VALRICO — For more than a dozen years, Cynthia McLemore thought her brother would die in prison.
But James Hanson, Jr. got a rare second chance at freedom when a judge vacated his life sentence for armed bank robbery. When Hanson was released last month at the age of 39, he came to stay with McLemore and her teenage daughter in Valrico.
“When I found out he was getting out, it was one of the happiest days because I was getting my baby brother back,” said McLemore, 42. “I wish I’d known it wasn’t the same baby brother.”
Last week , 35 days after his release, Hanson was arrested and charged with robbing a Valrico bank and then carjacking and murdering a 68-year-old retiree.
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When Hanson called his sister from jail a day later, McLemore told her brother she was dead to him.
On Tuesday, McLemore got a phone call from a sheriff’s detective. Her brother was on life support, he said, and she should come say goodbye.
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When they were children, McLemore and Hanson, who was known as J.R. or Jay, lived with their mother in Tampa. They later spent time in a foster home together.
She described her brother as happy and loving back then.
“He was my best friend,” she said. “We did everything together. He was always wanting to protect me.”
When Hanson was about 12, he went to live with his father in North Carolina. In 1996, at the age of 16, Hanson was arrested for an armed robbery in North Carolina. He served five years in prison and was released in 2002. One month later, he was arrested on an armed robbery charge after he held up an AmSouth branch in Tampa. Because of his prior criminal history, he was sentenced to life in prison.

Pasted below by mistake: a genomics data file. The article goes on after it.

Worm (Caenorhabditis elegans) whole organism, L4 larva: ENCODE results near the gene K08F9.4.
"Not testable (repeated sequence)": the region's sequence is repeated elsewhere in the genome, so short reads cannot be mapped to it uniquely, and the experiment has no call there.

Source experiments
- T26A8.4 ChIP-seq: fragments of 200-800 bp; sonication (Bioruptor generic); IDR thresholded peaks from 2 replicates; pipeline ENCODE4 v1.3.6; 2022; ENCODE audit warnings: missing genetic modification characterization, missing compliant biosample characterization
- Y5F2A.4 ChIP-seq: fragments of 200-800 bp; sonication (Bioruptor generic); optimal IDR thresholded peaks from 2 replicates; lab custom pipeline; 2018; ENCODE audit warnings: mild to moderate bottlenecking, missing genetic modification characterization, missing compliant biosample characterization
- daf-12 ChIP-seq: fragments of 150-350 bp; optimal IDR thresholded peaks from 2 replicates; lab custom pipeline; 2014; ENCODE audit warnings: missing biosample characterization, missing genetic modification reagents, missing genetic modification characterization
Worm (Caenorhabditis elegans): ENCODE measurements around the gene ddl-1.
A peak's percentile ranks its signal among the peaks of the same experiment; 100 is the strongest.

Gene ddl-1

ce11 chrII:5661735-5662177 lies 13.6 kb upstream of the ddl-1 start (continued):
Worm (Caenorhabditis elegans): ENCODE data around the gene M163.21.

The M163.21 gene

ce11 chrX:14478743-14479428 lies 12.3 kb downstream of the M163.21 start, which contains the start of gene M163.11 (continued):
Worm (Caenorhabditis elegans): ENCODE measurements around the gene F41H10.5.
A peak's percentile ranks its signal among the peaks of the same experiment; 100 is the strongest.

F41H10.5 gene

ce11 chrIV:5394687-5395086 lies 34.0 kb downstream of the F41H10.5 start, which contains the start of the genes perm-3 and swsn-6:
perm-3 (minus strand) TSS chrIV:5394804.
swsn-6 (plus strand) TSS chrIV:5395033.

In 2016, a judge vacated Hanson’s life sentence and allowed him to plead guilty to a lesser charge with a 20-year prison term with credit for time served. The Hillsborough State Attorney’s Office said prosecutors agreed to the deal because he stood a chance of winning a new trial on appeal and also served as a critical witness in an unrelated murder case.
In a 2016 court filing, Hanson wrote that he had undergone “a complete change of perspective." He claimed to have been a ranked member of the Gangster Disciples but had disassociated himself from the notorious prison gang and earned a general equivalency diploma and a computer maintenance certificate.
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Florida Department of Corrections records show Hanson drew disciplinary action over the years for infractions such as drug use, battery and weapons possession but was still able to earn time off his sentence for good behavior. He was released on July 2 after serving 17 years, the 85 percent of his sentence required by law.
McLemore said she exchanged regular letters with her brother while he was in prison and agreed to let him live with her. When he arrived McLemore and her 15-year-old daughter were grieving the recent unexpected death of McLemore’s husband.